Remembering Bob Saget: A ‘sweet guy’ who became ‘accidentally enormously famous’



Bob Saget was “an ever-present figure in American living rooms,” as Phil Mattingly said on CNN Sunday night.

That’s why Saget’s sudden death at age 65 prompted breaking news bulletins, push alerts on phones, and special reports on television.
TMZ broke the news and the Orange County Sheriff’s Office in Florida subsequently confirmed the death. ABC cut into “America’s Funniest Home Videos” to report the passing of the show’s former host. On CNN, Chloe Melas said “this one cuts so deep” because multiple generations of fans connected to Saget through his character Danny Tanner on both “Full House” and “Fuller House.” Melas said she wanted to call her mom to talk through the news, the same way so many other people will be “processing this.”
Perhaps Saget’s co-star John Stamos said it most poignantly on Sunday night: “I am broken. I am gutted. I am in complete and utter shock. I will never ever have another friend like him. I love you so much Bobby.”

Bill Carter’s remembrance

CNN media analyst Bill Carter, who knew Saget and interviewed him several times, called the actor “accidentally enormously famous.” Carter said that “at his peak, he was starring in ‘Full House’ — and America’s children were watching that, avidly; my children were watching it avidly; we all watched it together, another phenomenon that doesn’t happen [anymore] — and at the same time, he was on ‘America’s Funniest Home Videos.'” That meant Saget was “in two top 10 shows… at the same time.”

“The thing about Bob was, he was not changed by it,” Carter added. “I think he appreciated how special, and, lucky it was… He just took the ride. He enjoyed the ride. He reveled in the ride.”

I also appreciated this point Carter made: “I’ve written a lot about comedians, late-night hosts, in my career,” he said. “And they can be a little difficult,” he chuckled. “They can have an edge, they can be hard to know, and you don’t usually come up with the adjective sweet to describe them. But Bob was a sweet guy. You could tell it in your exchanges with him. You could feel it. He was a warm guy. He was a a sweet guy who had a great career, and he deserved it.”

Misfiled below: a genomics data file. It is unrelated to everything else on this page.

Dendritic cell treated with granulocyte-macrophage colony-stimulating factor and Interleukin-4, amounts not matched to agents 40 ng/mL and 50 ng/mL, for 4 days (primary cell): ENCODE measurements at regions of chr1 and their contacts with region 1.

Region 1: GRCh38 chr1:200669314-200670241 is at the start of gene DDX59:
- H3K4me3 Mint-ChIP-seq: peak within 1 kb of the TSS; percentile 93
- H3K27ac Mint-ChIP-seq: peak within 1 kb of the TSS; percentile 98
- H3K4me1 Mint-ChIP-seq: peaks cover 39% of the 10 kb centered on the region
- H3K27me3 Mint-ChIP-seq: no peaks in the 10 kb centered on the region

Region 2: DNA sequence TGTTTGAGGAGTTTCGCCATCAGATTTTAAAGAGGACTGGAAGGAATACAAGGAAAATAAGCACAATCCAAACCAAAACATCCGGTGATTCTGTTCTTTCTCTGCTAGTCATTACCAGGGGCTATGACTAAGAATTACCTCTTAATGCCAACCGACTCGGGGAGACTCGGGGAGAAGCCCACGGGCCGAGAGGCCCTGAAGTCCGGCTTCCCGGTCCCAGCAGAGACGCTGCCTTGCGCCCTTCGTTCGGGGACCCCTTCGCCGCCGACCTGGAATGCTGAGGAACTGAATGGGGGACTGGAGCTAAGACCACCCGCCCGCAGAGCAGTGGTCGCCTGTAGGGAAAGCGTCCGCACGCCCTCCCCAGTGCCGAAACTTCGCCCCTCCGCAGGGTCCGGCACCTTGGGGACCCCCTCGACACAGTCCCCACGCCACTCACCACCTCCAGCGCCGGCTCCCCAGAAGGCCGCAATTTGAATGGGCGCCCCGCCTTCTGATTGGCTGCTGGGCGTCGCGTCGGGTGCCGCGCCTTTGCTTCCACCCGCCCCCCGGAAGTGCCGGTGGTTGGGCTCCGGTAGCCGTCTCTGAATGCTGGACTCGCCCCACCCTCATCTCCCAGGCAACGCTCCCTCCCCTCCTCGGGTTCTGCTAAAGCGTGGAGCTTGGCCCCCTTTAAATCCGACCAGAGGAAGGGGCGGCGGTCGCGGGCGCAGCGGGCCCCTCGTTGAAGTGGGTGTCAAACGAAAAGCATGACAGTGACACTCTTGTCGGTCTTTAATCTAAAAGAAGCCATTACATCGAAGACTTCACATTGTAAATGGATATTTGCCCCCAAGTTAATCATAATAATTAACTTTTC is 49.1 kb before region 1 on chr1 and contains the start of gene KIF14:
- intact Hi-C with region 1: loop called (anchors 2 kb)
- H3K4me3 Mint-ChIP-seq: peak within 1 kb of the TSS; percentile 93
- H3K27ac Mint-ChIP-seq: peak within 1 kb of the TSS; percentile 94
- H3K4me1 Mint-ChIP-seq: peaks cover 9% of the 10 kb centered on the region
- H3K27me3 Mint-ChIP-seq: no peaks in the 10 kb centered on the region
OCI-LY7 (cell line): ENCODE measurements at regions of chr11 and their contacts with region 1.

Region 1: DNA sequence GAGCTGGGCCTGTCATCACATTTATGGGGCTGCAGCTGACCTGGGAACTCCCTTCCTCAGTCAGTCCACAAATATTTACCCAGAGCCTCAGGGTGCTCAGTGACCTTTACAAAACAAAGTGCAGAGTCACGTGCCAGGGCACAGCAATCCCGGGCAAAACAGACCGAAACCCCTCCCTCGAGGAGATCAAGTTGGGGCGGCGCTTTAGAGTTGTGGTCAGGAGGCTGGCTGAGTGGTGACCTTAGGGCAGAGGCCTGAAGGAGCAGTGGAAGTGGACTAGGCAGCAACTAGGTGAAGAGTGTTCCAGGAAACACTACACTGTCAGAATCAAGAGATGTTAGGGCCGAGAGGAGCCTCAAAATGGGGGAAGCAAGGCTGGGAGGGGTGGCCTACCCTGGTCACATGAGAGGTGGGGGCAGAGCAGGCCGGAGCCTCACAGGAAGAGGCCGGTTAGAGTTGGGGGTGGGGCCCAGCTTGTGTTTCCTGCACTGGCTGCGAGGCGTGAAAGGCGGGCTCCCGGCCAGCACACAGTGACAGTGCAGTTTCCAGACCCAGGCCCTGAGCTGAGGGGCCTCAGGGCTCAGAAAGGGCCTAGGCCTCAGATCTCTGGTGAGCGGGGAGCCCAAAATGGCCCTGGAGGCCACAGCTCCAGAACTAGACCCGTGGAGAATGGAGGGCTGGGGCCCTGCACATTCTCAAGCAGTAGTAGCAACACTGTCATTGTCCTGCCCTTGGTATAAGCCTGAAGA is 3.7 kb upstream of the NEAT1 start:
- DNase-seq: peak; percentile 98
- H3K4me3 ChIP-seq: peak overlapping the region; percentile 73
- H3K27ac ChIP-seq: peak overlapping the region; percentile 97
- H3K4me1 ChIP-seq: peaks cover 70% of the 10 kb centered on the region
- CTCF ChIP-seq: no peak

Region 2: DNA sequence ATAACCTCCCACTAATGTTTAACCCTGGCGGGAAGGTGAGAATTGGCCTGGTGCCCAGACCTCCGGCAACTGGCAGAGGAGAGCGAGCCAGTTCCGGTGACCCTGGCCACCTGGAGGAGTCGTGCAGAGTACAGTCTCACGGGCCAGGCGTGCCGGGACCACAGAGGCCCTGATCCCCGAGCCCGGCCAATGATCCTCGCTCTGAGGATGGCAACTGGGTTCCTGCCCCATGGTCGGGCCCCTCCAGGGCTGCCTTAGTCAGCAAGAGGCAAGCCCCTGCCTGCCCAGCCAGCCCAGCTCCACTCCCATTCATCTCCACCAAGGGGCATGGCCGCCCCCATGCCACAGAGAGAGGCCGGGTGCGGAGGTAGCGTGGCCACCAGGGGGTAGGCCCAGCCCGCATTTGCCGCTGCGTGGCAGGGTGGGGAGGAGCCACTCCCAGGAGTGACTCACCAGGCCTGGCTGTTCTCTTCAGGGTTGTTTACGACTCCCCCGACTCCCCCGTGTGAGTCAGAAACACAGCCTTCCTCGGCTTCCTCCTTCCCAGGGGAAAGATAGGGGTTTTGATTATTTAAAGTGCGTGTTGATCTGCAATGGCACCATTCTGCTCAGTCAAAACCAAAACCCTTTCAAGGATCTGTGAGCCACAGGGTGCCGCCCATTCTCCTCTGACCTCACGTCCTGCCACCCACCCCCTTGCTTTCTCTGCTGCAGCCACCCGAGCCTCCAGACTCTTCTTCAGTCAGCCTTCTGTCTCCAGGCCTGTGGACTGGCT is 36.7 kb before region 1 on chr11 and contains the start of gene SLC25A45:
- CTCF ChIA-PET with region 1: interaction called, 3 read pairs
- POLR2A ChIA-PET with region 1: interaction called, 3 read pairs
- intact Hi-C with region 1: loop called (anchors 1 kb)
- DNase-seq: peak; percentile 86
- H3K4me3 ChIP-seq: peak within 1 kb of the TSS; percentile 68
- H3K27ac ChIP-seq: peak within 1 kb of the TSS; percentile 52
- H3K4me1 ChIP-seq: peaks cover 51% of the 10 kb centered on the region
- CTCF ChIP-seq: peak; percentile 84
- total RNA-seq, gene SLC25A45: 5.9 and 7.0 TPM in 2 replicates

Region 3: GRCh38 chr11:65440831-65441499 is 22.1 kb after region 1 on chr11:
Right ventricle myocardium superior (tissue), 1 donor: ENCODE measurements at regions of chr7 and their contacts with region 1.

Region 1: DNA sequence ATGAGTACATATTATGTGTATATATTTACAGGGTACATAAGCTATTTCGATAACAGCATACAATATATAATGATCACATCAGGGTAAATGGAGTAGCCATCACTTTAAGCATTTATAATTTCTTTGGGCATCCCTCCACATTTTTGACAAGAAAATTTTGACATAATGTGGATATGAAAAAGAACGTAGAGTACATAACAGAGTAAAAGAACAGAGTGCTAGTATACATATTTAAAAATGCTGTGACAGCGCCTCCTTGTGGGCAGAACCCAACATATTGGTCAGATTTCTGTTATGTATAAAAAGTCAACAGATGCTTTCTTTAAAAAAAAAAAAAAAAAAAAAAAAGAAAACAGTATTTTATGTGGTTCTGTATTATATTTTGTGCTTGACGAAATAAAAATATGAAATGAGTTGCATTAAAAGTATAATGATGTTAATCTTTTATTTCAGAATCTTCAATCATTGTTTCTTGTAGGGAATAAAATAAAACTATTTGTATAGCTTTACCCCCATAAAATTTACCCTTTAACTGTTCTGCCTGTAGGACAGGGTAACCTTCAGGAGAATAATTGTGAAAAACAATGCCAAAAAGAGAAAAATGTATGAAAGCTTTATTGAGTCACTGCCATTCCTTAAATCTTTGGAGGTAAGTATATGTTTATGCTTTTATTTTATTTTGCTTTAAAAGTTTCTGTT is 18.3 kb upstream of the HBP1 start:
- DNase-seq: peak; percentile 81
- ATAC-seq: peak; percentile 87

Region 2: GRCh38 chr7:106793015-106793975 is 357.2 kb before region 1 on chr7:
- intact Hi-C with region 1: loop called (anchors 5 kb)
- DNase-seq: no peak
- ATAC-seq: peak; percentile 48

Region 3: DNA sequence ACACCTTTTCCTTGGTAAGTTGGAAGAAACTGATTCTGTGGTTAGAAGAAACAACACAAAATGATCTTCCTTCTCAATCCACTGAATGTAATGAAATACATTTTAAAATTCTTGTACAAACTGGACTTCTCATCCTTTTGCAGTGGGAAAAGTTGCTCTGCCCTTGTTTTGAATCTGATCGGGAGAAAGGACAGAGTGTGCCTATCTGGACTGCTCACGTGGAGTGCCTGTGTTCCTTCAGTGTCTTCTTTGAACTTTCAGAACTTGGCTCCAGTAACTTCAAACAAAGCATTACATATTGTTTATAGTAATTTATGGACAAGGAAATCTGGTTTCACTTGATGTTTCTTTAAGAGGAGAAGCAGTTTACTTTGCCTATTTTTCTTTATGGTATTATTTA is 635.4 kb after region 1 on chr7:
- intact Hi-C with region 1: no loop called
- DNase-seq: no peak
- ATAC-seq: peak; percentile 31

Saget in his own words

In a 2020 interview with Garin Pirnia for the website InsideHook, Saget talked about his three-dimensionality in a world where only two dimensions are sometimes expected. “How funny you are and how kind you are my biggest compliments,” he remarked. “But then I’ll look online and I’ve got ‘I hate you.’ So I’ll block them. If someone says ‘You’re not funny,’ they’re wrong. I block them; they’re gone. If someone says ‘You’re mean,’ I block them; they’re gone. I just don’t do negative. I guess the things that I’m proudest of are the traits my dad had, which are funny and kind.”

Funny and kind — the same traits that kept coming up during our Sunday night coverage on CNN.

The words “I just don’t do negative” also resonated with me. According to local media accounts, he sometimes sang a song on tour titled “I Don’t Do Negative.” And in this December tweet promoting his tour dates, he used that phrase as the name for his tour. “I Don’t Do Negative.” Maybe that’s a sentiment the rest of us should remember…

Additional reactions

— Candace Cameron Bure, a/k/a Saget’s eldest daughter on “Full House,” tweeted: “I don’t know what to say 💔. I have no words. Bob was one of the best humans beings I’ve ever known in my life. I loved him so much.” (Twitter)
Here’s a collection of other Hollywood tributes. Josh Gad said “there wasn’t a kinder person in Hollywood…” (TVLine)
— Matt Grossman observed that “‘America’s Funniest Home Videos’ might surprisingly have been one of the most prescient media about how entertainment & social media would evolve…” (Twitter)
— Jake Tapper, who interviewed Saget last year, drew attention to Saget’s charitable endeavors: “If you’re feeling any sense of loss because of the sad news about Bob Saget, I know he would want you to consider donating to the Scleroderma Research Foundation in his sister’s memory…” (Twitter)
— Scott Feinberg called it a “terrible 10-day stretch,” noting the following deaths since New Year’s Eve: Betty White. Peter Bogdanovich. Sidney Poitier. Marilyn Bergman. Bob Saget… (Twitter)





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